According to the National Institute on Alcohol Abuse and Alcoholism, most college students find the first six weeks of their first year to be a common time to consume alcohol. This holds true at UNC, where the majority of alcohol violations occur in traditionally first-year residence halls.
Between October 2015 and October 2022, 580 alcohol violations in dormitories were reported to Chapel Hill Police Department. Hinton James Residence Hall, which holds 11 percent of the on-campus student population on average, was the site of approximately 19 percent of these violations.
Senior Grace Ingledue’s introduction to drinking occurred in her first year, when she met a 20-year-old Tinder date on campus who offered to bring a bottle of red wine to her dorm room. Ingledue said that she and her date could have gotten in trouble.
“I was like ‘Yeah, I want to try drinking! I’m an adult now, I can do what I want!’” she said. “I got a tattoo that same month. We drank a bottle of red wine and watched cartoons. It was a good vibe, but I was definitely very, very young.”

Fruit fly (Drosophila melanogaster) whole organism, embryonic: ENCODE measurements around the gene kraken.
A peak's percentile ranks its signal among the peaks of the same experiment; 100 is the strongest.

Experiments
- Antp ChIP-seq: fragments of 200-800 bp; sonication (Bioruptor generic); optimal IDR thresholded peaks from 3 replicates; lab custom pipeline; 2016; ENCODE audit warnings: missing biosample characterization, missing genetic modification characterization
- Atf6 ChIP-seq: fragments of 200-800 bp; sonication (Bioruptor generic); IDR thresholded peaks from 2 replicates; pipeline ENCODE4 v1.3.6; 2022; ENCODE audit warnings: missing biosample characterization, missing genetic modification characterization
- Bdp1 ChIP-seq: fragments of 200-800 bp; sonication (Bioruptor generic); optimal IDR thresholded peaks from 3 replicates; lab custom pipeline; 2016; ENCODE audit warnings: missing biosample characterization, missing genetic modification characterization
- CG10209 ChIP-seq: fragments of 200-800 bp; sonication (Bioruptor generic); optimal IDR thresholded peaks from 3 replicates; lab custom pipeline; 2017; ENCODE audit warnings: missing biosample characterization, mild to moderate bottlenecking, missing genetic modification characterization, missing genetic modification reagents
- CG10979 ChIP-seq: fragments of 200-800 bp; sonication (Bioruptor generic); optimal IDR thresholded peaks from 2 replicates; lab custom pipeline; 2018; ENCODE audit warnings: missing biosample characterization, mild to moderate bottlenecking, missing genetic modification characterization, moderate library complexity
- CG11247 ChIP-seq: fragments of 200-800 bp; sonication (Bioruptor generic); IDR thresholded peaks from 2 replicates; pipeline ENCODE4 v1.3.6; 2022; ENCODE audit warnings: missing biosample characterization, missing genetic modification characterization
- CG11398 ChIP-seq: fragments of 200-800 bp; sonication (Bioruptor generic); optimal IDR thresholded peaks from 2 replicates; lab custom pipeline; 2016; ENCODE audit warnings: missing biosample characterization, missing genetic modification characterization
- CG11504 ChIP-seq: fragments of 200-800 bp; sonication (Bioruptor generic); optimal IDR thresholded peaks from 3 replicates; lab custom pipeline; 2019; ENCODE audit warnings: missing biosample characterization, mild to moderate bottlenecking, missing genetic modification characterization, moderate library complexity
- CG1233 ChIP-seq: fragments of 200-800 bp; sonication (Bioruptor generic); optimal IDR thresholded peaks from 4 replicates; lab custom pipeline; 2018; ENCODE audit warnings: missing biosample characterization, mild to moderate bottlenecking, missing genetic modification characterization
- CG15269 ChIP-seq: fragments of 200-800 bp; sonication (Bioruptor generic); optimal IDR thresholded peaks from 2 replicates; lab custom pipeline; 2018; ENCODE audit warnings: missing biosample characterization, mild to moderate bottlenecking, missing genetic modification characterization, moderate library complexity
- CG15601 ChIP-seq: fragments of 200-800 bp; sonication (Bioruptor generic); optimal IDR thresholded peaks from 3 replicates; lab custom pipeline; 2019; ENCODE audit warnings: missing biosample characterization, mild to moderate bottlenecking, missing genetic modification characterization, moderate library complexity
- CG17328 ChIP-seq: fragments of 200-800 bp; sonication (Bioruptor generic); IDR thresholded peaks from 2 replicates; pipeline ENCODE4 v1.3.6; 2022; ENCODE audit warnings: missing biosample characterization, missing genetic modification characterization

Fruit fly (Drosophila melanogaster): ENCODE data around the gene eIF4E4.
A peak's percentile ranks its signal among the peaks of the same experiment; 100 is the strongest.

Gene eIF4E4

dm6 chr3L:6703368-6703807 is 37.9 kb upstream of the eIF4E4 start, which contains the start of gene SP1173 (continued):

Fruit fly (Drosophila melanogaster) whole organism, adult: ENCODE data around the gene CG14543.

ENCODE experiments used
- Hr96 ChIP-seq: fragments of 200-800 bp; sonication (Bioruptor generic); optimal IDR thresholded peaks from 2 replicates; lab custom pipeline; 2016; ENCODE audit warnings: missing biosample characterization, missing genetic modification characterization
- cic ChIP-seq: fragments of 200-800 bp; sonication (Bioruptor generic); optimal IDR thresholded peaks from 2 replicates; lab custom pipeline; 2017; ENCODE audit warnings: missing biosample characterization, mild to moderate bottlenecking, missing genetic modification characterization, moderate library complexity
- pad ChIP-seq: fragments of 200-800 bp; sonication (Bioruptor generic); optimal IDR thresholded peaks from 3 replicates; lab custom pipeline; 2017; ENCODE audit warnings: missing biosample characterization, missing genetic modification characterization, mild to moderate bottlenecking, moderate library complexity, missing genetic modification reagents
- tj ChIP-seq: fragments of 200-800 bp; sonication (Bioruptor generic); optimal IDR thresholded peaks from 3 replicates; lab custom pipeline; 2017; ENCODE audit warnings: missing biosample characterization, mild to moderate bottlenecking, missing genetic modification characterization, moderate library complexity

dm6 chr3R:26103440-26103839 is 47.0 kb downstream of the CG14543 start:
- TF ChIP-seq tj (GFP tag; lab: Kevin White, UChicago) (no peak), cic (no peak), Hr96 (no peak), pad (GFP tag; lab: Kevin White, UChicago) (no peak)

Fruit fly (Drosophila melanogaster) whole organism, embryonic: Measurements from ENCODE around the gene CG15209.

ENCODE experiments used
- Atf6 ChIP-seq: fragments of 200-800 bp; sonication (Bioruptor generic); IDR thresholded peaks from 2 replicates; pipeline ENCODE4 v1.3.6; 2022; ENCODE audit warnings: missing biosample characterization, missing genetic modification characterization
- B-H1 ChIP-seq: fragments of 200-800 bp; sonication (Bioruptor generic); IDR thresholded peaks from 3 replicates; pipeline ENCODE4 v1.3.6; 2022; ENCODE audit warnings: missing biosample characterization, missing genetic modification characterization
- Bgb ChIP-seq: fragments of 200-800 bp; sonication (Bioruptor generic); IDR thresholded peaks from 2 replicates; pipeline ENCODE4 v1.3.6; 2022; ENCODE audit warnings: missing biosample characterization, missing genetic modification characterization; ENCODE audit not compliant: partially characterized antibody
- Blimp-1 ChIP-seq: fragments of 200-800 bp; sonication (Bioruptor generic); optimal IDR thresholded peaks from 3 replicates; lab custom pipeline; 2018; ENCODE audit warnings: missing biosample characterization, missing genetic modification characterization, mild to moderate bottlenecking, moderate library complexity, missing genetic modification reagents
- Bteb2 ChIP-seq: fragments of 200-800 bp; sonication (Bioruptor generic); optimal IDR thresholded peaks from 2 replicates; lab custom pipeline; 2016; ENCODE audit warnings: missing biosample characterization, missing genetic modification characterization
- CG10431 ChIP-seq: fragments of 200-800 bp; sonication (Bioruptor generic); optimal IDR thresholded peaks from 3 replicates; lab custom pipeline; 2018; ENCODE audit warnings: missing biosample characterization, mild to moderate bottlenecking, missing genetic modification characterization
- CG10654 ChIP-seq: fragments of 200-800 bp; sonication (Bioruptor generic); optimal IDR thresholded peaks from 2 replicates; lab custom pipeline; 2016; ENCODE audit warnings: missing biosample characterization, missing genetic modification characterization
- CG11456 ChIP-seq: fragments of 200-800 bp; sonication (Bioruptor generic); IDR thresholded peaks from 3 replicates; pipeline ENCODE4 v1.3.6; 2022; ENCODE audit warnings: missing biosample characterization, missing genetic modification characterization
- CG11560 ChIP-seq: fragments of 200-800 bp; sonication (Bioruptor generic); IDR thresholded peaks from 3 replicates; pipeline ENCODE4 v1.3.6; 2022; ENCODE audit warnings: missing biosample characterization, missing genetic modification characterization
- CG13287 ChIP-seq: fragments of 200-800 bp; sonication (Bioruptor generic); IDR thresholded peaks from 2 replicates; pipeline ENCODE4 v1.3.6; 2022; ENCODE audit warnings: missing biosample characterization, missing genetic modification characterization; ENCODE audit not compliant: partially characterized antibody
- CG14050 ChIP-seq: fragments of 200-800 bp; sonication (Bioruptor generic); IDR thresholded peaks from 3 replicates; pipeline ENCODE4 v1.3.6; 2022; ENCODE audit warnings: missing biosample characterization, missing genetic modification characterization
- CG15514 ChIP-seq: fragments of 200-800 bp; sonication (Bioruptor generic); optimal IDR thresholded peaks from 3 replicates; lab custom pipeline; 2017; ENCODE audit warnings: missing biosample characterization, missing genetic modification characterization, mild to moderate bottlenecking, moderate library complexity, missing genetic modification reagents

While students who violate the campus alcohol policy may be subject to disciplinary sanctions, UNC’s current policy focuses on mitigating the harms of alcohol abuse in the student body.
Dean Blackburn, who serves as director of UNC Student Wellness Services, spoke about the creation of an alcohol policy that focused on recovery and safety before punitive measures.
“A public health approach is by its nature an interdisciplinary, interventive approach – a lot of intervention, a lot of education, a lot of skill building,” Blackburn said. “There can be levels of accountability, but accountability isn’t the driving force in that. The driving force would be ‘What do we want our students to learn – both ahead of time, to make good decisions, or shortly after potentially making a mistake?’”
With the knowledge that many students will choose to drink on campus during their first year, Blackburn emphasized three major rules to drinking safely at UNC and avoiding dangerous situations: staying active and healthy, bringing your own drinks and traveling in a group with at least one dedicated sober person.
The first point is especially important, as sleep deprivation, hunger and dehydration can cause alcohol to affect students at “even twice the rate it normally would,” he said.